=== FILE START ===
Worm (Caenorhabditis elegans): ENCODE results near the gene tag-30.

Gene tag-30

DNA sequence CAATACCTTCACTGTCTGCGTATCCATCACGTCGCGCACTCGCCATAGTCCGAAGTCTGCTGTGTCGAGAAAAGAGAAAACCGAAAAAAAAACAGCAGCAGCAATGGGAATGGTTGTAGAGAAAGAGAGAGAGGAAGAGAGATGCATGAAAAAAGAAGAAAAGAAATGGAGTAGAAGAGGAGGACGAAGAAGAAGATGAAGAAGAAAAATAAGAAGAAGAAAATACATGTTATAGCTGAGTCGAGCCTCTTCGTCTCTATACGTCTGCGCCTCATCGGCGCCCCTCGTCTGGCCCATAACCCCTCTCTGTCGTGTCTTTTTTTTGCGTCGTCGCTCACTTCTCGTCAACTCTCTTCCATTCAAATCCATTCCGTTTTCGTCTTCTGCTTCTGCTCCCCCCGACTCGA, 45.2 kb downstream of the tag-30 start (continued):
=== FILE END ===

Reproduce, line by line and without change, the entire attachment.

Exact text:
Worm (Caenorhabditis elegans): ENCODE results near the gene tag-30.

Gene tag-30

DNA sequence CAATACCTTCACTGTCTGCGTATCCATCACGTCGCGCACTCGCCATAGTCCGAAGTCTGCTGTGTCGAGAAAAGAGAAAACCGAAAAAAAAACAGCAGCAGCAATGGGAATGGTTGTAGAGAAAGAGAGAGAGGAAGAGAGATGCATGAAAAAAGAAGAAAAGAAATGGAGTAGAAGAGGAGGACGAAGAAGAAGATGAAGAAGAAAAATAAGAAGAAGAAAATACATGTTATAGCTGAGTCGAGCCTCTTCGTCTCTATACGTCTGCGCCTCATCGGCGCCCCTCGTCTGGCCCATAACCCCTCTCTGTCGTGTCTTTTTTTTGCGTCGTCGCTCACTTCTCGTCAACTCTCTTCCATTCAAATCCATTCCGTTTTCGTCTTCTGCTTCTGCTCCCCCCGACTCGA, 45.2 kb downstream of the tag-30 start (continued):